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Beating the Odds: Interview With Para-Powerlifter Adeline Dumapong-Ancheta
Since October 2015, the FICS Foundation, the charitable organization affiliated with the International Federation of Sports Chiropractic (FICS), has been supporting disabled athletes internationally.
How to Stay Sane During the Elections: Understanding Through the Lens of Chinese Medicine
In Chinese Medicine philosophy, everything consists of Yin and Yang. The law of polar opposites – one cannot exist without its opposite.
AOM Hospital-Based Practice: A Future Reality?
The natural evolution of health care on the planet is integrative health. We may have some challenges ahead, but based on my research, all indicators are pointing in a positive direction. There seems to be an evolving consciousness among our patient population that is "getting it."
Increasing the Value of Spine Care: CMS Approves New Low Back Pain Registry
The Centers for Medicare and Medicaid Services has approved the Spine IQ Low Back Pain Registry as a qualified clinical data registry for the Physician Quality Reporting System (PQRS) in 2016.
Acupuncture's Impact on the World
For several years, I have been hearing about the town of Rothenburg, Germany. It seemed just a dot on a map until I arrived. It is the home of the TCM Kongress which began in 1968. It has been held annually for 47 years and it has only missed one year.
Adventures with the San Jiao
Those of us who have been in practice for several decades relish the way meridians and points reveal new diagnostic clues and new insights. I love to encourage my students to see this as an adventure that goes way beyond the textbooks.
Acupuncture Muscle Trigger Point and Oriental Medicine Sports Therapy
It is difficult to ascertain the internal condition of professional basketball player Lebron James during game one of the 2014 NBA finals, in which he developed debilitating muscle cramps that led to his premature removal from the game.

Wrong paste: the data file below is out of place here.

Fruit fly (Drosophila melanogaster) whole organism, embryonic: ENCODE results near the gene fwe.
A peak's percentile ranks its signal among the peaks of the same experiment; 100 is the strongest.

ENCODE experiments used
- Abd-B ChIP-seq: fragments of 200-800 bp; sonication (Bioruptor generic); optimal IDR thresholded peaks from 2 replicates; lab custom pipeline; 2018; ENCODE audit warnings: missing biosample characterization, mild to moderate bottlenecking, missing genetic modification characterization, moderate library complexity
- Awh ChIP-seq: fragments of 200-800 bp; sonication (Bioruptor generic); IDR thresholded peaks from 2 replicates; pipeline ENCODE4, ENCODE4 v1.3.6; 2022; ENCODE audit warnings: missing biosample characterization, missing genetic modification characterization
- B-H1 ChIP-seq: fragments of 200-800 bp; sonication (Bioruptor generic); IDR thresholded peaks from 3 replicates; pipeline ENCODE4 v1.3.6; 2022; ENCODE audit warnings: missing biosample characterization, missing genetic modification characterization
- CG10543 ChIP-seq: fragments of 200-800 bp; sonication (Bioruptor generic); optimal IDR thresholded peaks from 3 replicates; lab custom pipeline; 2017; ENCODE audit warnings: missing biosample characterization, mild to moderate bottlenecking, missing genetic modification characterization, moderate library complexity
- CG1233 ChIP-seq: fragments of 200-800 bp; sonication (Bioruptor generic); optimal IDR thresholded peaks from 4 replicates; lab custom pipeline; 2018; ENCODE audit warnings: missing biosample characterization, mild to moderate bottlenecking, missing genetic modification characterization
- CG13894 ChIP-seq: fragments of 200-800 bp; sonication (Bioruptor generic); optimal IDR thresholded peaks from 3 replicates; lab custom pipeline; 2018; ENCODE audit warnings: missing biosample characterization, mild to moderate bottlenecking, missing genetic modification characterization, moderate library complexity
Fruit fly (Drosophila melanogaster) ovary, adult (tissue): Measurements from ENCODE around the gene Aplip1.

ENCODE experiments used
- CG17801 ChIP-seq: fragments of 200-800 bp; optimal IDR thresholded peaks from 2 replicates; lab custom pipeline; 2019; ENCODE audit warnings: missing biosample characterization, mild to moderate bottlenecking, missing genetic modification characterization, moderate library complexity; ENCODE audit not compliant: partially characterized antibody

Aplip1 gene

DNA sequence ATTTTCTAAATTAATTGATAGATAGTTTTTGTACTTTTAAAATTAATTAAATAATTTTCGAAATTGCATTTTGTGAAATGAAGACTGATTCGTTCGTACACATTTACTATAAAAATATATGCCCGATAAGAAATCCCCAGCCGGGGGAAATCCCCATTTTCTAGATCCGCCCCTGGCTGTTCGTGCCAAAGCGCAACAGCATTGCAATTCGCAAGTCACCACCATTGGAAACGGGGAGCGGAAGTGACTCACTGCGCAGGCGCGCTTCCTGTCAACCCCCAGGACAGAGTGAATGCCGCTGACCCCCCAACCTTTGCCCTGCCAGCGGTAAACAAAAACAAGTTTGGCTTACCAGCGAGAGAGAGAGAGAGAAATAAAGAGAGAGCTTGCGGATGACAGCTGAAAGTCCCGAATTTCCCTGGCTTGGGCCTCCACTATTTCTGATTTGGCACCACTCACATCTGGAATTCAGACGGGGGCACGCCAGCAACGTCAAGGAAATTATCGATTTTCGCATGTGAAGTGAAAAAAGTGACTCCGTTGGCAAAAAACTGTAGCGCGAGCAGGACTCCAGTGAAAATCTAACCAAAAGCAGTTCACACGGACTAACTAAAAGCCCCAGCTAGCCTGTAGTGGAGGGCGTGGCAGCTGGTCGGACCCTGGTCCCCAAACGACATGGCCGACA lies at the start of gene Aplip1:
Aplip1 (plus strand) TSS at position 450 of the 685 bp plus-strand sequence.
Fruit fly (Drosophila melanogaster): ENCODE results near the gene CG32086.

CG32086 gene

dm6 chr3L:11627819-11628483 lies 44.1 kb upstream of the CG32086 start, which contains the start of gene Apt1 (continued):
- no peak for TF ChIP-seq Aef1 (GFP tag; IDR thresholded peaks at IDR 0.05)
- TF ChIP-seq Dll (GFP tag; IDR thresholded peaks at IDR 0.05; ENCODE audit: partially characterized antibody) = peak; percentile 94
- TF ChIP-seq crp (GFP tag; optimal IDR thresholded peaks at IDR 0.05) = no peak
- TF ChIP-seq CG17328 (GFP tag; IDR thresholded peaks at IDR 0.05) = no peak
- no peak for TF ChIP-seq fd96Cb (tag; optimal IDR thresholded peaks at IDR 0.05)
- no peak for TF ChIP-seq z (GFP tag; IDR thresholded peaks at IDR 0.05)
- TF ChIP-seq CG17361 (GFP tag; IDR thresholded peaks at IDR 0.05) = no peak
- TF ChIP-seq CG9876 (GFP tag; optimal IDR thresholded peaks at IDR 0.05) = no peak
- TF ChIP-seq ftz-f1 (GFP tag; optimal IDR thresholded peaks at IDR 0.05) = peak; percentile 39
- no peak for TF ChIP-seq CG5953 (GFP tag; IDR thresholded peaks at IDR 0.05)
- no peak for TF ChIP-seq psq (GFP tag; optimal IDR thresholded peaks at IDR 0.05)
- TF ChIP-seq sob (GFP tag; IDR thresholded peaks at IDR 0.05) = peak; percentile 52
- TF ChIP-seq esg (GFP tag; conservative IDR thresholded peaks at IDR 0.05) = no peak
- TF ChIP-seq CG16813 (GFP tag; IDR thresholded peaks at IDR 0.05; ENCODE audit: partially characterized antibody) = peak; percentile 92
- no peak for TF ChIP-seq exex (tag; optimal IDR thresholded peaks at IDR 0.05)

What's New in Phytonutrition: Mangifera Indica, "The King of Fruits"
One hundred percent pure Indian green mango fruit (mangifera indica), harvested at a special degree of ripeness for efficacy and taste, can now be concentrated as a phytonutrient nutraceutical powder.
An MD Who Understands the Opioid Epidemic
Doctors of chiropractic have an important role to play in ending the opioid epidemic and dealing with chronic pain by conservative means (see our top story in this issue) – but who's to blame for opioid dependence and abuse in the first place?
Believe it or not, an estimated one-third of your patients have eaten some form of fast food within 24 hours of their appointment with you.
The Pertinent Negative
We all have to perform evaluations on patients. Most of us don't like doing it – exams take time, and worse it takes even more time after the evaluation to put together a narrative summary of the findings. Sometimes, this process becomes downright tedious.
Treating Hip & Groin Pain With Abdominal Release of Upper Lumbar Nerve Impingements
Have you encountered patients with groin and hip pain you can't seem to solve? You know it's not a worn-out hip; you suspect the pain is somehow connected to the spine. But somehow, you just can't help them break through.
Insuring Quality Control in Herb Importation: An Interview with Wilson Lau
Wilson Lau is the vice president of Nuherbs, a Chinese herb importation company based in San Leandro, California. Before joining Nuherbs, he trained as a lawyer specializing in FDA law.
Multivitamin Supplement May Reduce Breast Cancer Recurrence
There is a great deal of controversy regarding the value of multiple vitamin supplements in cancer prevention.
Introducing the Acupuncture Today Digital Edition
In response to the changing habits of our readers, Acupuncture Today will introduce a digital edition of the publication (in addition to our print edition) beginning with the August 2016 issue.
Kansas Achieves Licensing Law